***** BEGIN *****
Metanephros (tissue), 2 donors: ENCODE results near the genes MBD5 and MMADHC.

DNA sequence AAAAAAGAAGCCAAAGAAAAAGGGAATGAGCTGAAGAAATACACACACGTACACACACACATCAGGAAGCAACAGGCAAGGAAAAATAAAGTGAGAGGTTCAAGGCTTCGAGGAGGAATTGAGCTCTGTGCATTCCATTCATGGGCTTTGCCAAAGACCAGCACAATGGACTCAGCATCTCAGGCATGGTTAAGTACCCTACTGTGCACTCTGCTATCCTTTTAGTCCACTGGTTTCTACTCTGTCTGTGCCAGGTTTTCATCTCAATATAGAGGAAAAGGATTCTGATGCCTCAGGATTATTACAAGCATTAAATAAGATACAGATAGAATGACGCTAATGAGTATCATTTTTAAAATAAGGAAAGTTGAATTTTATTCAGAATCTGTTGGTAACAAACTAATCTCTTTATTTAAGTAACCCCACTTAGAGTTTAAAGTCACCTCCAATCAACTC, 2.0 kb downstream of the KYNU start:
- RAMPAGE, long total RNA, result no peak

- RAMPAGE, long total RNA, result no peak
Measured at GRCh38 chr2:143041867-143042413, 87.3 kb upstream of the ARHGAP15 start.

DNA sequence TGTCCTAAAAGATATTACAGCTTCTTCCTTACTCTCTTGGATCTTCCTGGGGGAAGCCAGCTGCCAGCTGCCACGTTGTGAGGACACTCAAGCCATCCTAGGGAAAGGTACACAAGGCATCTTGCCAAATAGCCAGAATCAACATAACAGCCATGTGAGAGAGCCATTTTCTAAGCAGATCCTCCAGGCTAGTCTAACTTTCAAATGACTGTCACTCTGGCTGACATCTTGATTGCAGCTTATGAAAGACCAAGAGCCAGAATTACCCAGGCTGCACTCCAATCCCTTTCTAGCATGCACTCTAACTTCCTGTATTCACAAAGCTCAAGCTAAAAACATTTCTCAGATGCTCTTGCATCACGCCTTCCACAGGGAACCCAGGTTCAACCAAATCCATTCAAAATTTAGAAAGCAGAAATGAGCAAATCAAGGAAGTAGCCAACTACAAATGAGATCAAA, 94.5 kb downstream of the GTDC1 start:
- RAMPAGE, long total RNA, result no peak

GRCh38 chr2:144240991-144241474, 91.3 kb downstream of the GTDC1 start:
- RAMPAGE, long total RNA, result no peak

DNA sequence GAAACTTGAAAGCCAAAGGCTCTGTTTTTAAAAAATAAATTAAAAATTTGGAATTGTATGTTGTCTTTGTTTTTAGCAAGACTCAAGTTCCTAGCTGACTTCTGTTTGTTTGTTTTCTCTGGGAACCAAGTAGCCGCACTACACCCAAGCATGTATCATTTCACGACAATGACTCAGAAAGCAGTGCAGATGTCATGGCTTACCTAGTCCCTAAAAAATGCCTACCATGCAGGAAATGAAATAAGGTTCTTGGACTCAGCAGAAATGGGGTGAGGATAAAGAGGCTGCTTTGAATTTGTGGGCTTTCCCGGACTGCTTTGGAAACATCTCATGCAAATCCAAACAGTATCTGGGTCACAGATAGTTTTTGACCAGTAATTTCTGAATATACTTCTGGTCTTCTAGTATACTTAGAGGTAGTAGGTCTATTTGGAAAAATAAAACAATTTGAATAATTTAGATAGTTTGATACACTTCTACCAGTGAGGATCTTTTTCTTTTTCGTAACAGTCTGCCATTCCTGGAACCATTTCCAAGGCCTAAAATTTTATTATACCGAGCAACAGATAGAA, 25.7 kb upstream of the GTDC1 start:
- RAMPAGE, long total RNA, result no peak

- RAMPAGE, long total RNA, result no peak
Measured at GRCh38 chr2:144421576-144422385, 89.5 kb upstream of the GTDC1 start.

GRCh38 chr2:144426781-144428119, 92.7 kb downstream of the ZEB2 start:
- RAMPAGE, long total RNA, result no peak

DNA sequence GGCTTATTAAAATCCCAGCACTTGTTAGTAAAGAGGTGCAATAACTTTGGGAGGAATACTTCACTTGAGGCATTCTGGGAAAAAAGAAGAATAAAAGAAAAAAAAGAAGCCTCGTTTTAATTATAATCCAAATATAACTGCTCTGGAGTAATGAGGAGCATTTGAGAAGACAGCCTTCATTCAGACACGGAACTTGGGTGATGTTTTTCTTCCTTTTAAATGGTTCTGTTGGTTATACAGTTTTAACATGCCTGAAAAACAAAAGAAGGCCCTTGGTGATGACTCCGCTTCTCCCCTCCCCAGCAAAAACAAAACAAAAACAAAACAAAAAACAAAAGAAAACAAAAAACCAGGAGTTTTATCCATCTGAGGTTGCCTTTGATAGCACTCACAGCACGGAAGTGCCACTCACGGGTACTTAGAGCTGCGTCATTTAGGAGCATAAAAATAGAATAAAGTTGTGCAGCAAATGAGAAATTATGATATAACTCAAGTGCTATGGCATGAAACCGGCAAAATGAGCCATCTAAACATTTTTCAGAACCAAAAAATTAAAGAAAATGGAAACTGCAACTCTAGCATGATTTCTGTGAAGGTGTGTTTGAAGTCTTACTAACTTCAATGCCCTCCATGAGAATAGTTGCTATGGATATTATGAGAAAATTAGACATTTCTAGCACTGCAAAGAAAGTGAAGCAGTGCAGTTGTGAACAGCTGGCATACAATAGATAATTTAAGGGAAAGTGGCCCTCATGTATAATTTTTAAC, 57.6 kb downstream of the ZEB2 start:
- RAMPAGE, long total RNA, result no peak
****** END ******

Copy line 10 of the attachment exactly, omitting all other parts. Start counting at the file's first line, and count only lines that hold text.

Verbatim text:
DNA sequence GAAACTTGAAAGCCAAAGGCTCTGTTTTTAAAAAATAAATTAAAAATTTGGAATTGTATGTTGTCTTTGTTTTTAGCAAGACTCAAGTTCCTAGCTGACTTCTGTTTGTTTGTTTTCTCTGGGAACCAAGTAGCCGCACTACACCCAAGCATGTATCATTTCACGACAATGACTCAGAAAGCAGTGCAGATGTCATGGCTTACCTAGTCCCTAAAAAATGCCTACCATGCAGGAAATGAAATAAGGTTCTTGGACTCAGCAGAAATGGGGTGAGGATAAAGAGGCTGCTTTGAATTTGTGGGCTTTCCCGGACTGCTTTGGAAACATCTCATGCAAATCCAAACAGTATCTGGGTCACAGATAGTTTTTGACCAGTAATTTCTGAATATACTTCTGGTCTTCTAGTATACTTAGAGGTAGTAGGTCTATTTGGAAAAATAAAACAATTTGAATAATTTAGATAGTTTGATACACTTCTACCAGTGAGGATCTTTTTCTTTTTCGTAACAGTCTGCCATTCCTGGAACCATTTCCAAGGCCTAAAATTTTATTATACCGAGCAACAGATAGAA, 25.7 kb upstream of the GTDC1 start: